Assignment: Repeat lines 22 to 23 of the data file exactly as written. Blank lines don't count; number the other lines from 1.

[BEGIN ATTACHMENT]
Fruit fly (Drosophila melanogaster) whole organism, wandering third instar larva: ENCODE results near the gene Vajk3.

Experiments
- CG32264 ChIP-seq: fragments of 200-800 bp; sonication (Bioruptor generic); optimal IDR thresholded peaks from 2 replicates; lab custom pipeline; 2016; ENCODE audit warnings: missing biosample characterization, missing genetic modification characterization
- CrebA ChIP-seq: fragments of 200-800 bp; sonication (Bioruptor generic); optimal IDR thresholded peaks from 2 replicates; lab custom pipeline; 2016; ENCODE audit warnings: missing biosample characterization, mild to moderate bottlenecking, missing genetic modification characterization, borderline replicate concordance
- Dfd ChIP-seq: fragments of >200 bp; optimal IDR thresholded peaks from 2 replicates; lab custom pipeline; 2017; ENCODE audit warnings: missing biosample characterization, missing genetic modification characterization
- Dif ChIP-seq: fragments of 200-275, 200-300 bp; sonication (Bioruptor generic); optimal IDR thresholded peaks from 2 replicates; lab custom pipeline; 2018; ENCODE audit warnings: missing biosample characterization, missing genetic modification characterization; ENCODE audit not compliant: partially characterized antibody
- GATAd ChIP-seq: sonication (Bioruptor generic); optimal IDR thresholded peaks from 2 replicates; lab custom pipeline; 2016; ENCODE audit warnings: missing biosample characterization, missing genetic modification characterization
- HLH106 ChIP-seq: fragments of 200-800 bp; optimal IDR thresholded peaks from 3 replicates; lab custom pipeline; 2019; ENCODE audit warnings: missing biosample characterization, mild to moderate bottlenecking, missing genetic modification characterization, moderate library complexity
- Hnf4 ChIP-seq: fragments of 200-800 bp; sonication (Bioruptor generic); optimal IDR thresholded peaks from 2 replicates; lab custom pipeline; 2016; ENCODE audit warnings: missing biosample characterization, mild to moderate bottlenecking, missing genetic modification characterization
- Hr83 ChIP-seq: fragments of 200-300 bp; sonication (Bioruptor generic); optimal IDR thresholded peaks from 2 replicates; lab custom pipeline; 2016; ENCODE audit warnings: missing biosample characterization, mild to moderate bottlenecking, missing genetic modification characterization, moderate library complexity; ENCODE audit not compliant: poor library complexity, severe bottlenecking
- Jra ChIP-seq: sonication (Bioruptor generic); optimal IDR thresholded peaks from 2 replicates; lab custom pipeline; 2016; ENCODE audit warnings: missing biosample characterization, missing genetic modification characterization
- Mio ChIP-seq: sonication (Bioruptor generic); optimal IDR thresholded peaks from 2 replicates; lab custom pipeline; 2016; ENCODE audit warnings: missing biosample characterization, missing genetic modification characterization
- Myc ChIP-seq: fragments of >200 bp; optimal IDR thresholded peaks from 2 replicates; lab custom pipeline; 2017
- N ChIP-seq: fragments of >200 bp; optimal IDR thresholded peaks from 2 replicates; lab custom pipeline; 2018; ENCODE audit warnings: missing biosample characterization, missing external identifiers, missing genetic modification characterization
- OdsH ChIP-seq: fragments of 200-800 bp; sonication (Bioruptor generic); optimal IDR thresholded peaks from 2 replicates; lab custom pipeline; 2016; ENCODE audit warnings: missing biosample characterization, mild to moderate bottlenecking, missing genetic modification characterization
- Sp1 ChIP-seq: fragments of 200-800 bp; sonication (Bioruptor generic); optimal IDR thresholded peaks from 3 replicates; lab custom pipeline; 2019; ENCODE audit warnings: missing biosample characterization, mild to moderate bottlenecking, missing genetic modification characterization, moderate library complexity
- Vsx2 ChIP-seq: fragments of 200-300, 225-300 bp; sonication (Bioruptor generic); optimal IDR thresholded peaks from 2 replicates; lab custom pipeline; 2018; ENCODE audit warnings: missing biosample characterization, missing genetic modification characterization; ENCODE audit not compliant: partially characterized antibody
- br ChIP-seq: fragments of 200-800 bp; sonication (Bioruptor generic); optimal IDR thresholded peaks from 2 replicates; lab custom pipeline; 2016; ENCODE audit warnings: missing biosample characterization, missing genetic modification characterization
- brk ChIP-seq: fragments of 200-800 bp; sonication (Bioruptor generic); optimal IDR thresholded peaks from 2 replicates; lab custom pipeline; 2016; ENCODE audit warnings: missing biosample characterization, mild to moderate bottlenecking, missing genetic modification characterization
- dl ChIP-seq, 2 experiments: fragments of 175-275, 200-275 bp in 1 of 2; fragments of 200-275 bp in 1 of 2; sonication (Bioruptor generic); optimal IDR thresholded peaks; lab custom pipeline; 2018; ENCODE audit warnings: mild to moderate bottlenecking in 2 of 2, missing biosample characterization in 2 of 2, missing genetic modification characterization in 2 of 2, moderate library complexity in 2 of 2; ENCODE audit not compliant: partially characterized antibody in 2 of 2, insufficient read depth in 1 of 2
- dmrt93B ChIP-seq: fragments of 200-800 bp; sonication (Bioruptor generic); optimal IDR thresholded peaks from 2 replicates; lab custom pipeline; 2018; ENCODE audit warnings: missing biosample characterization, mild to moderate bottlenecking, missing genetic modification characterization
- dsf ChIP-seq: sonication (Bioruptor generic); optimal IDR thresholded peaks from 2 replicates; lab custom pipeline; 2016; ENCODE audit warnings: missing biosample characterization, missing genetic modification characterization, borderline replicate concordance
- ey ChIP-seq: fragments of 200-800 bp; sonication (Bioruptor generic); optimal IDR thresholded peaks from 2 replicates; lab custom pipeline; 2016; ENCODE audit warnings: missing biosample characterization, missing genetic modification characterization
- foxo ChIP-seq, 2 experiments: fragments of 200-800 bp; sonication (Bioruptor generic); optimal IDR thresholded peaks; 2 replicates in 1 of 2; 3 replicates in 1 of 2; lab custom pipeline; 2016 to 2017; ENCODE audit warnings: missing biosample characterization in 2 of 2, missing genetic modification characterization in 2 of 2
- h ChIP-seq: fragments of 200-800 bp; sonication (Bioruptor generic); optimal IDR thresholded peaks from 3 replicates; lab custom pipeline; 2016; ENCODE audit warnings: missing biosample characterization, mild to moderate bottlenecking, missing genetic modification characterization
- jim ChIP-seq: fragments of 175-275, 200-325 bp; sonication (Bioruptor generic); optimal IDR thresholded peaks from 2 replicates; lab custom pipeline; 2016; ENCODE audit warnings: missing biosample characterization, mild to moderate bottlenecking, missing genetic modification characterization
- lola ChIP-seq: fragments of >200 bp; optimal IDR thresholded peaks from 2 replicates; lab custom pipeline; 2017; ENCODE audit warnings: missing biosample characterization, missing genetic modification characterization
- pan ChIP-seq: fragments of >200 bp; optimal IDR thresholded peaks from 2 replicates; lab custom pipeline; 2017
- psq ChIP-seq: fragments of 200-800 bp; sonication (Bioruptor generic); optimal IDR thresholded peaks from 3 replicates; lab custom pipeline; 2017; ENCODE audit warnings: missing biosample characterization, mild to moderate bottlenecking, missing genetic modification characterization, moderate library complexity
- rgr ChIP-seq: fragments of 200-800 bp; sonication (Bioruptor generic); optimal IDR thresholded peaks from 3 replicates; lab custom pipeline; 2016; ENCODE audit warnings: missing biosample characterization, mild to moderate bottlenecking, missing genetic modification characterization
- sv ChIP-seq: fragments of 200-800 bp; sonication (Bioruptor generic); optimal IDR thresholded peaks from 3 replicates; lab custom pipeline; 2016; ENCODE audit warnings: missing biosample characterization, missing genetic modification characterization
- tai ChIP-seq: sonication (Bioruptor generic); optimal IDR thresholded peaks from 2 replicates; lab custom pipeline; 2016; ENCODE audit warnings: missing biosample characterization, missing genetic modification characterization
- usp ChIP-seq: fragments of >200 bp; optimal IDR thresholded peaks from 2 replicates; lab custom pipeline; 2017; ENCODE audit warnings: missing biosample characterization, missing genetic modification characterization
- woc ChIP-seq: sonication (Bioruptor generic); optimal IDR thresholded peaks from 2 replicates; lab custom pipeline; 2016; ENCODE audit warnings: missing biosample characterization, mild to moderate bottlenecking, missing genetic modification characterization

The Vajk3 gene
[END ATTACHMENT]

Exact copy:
- dsf ChIP-seq: sonication (Bioruptor generic); optimal IDR thresholded peaks from 2 replicates; lab custom pipeline; 2016; ENCODE audit warnings: missing biosample characterization, missing genetic modification characterization, borderline replicate concordance
- ey ChIP-seq: fragments of 200-800 bp; sonication (Bioruptor generic); optimal IDR thresholded peaks from 2 replicates; lab custom pipeline; 2016; ENCODE audit warnings: missing biosample characterization, missing genetic modification characterization